# The AM-GM inequality

One of the most basic inequalities, the AM-GM inequality states that the AM (Arithmetic mean) of a series of real numbers is always greater or equal to the GM (Geometric mean).

Mathematically:

$\frac{x_1 + x_2 + \cdots + x_n}{n} \geq \sqrt[n]{x_1 x_2 \cdots x_n}$

### A simplified case

If there are two elements in the series, the AM-GM states this:

$\frac{x+y}{2} \geq \sqrt{xy}$

The proof for this simplified case is quite simple:

$\begin{array}{l} \frac{x+y}{2} - \sqrt{xy} \\ = \frac{x - 2\sqrt{xy} + y}{2} \\ = \frac{(\sqrt{x} - \sqrt{y})^2}{2} \geq 0 \end{array}$

Now, however, it is not so obvious how to extend this proof to a set of three elements, or more. But there is a way, by induction, to prove this inequality for cases where the number of elements is a power of two.

### The 2^k subcase

The base case states that the AM-GM inequality is true for $n=2$, or when the number of elements in the set is 2.

The method of inductive proof is proving a base case, $2^k$, and proving that if this base case is true then the case where $2^{k+1}$ is also true. This would mean that the statement is true for all instances of $2^k$.

Here the base case is $n = 2^1$, which we have just proved to be true. We can now prove that this is true when $n = 2^2$, or when there are 4 elements in the set: $x_1, x_2, x_3, x_4$.

The arithmetic mean, or AM of the set is

$\frac{x_1 + x_2 + x_3 + x_4}{4}$.

We can split this set into two halves. One contains $x_1, x_2$, and the other contains $x_3, x_4$.

The point is that the arithmetic mean of the arithmetic means of the two halves is equal to the arithmetic mean of the whole. Or,

$\textrm{AM} = \frac{\frac{x_1+x_2}{2}+\frac{x_3+x_4}{2}}{2}$

Notice that both of the two halves are of length 2, or in the general case, $2^{k-1}$. Having already proved the previous case, we can say,

$\textrm{AM} \geq \frac{\sqrt{x_1 x_2} + \sqrt{x_3 x_4}}{2}$

This itself is another arithmetic mean. Applying the base case again:

$\begin{array}{rcl} \textrm{AM} &\geq& \sqrt{\sqrt{x_1 x_2} \sqrt{x_3 x_4}} \\ &=& \sqrt[4]{x_1 x_2 x_3 x_4} \end{array}$

So we have

$\frac{x_1 + x_2 + x_3 + x_4}{4} \geq \sqrt[4]{x_1 x_2 x_3 x_4}$

which was what we wanted to prove.

The process for proving this for a higher power of 2, such as 8, 16, etc, is very similar to what we have just done.

### The n-1 subcase

If the number of elements in the set is not a nice and even power of two, the above proof does not work. Instead, we use induction again, but this time from top-down.

We try to prove that if the inequality is true for a set with n elements, then it is also true for a set with n-1 elements.

Let’s first prove a lemma.

#### Lemma

If the arithmetic mean of a set, $x_1, x_2, \cdots, x_n$ is a, then

$\frac{x_1 + \cdots x_n + a}{n+1} = \frac{x_1 + \cdots + x_n}{n}$.

#### Proof

$\begin{array}{l} \frac{x_1 + \cdots + x_n + a}{n+1} \\ =\frac{x_1 + \cdots + x_n + \frac{x_1 + \cdots + x_n}{n}}{n+1} \\ = \frac{\frac{(n+1)x_1 + \cdots + (n+1)x_n}{n}}{n+1} \\ = \frac{x_1 + \cdots + x_n}{n} \end{array}$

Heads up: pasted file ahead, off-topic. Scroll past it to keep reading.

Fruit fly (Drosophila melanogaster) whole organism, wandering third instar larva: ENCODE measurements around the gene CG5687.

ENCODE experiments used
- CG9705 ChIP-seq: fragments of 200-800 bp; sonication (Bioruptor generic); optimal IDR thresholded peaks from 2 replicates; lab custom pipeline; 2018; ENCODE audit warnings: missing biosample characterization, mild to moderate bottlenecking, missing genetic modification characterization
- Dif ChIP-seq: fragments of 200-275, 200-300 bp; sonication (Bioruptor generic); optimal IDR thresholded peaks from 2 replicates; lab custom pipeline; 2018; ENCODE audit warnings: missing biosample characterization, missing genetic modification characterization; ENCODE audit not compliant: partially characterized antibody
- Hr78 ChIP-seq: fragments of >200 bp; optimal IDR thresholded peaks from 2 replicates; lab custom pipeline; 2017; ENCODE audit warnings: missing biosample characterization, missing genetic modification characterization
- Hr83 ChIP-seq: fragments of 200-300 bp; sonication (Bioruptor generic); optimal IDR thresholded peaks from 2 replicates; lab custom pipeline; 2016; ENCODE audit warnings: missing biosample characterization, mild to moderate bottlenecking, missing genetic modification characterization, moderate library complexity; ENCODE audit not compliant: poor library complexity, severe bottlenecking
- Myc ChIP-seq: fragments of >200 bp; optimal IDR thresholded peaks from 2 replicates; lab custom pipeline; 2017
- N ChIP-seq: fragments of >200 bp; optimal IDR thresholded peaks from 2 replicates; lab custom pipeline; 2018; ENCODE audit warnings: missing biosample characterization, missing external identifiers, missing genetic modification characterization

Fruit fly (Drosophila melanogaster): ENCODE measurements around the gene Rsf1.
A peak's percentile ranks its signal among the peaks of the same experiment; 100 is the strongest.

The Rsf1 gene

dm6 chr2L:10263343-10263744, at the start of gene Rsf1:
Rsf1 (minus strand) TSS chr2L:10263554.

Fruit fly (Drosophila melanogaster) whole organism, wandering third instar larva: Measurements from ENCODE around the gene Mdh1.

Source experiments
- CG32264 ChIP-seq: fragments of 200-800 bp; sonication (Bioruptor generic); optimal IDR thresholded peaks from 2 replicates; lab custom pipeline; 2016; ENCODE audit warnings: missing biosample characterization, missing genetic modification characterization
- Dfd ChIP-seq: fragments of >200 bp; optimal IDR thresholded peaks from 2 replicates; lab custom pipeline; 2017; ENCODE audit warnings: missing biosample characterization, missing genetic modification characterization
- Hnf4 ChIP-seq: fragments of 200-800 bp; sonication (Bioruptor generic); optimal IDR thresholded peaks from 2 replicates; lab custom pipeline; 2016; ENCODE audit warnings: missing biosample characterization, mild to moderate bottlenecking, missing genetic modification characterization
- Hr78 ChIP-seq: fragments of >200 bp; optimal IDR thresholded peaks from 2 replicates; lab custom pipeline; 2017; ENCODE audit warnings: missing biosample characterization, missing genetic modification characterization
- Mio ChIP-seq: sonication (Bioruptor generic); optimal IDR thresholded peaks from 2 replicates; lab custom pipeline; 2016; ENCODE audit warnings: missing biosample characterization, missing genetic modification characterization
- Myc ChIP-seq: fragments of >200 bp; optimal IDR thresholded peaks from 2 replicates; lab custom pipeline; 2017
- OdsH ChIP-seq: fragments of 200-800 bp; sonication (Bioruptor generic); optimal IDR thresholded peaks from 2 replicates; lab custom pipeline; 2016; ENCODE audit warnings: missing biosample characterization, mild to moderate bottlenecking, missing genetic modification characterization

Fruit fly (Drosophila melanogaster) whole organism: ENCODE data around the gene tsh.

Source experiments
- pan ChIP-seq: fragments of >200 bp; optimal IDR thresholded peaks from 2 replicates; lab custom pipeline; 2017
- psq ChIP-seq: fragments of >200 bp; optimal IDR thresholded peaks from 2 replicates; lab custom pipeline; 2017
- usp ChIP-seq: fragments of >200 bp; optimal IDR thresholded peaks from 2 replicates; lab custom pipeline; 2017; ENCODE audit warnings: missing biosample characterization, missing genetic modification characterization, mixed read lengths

This lemma simply states that if you have the mean of a set, adding the mean to the set itself and finding the mean again would result in the same mean.

Now let’s prove the inequality when n=3.

Let a be the arithmetic mean of the set. Then

$\frac{x_1 + x_2 + x_3 + a}{4} \geq \sqrt[4]{x_1 x_2 x_3 a}$

as we proved before. According to the lemma, we can substitute:

$\begin{array}{rcl} \frac{x_1 + x_2 + x_3}{3} &\geq& \sqrt[4]{x_1 x_2 x_3 a} \\ a &\geq& \sqrt[4]{x_1 x_2 x_3 a} \\ a^4 &\geq& x_1 x_2 x_3 a \\ a^3 &\geq& x_1 x_2 x_3 \\ a &\geq& \sqrt[3]{x_1 x_2 x_3} \end{array}$

This completes our proof.

Of course I’ve proved it only for n=3, but the same method can be used to prove for any number where it is true for n+1.

To prove this for any integer n, first prove by induction that this is true for some number $2^k$. Then prove by induction, again, that it is true for $2^k-1, 2^k-2, \cdots, n$.

This method of proof is called forward-backward induction. This proof was discovered by Augustin-Louis Cauchy.

## 5 thoughts on “The AM-GM inequality”

1. Cody W says:

Wow… They taught us the AM-GM inequality at WCHS’ math club, so this is actually one of the VERY few times that I already knew a concept on your blog prior to reading it.

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1. Aha- But did you know how to prove it though? 😛

Is that math club at Western? Because I don’t think there’s a math club at my school (although I just started a computer science club).

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1. Cody W says:

We weren’t supposed to, but we did anyways. There are two math clubs at Western, one for grade 10’s, another for grade 11’s and 12’s. How’s your club going?

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2. Anonymous says:

The simplified case is incorrect (the one under ‘a simplified case’).
When making a common denominator, there should be another root (xy) on the top. Therefore it should read: [x – 2root(xy) + y] / 2.
: )

Dinzy

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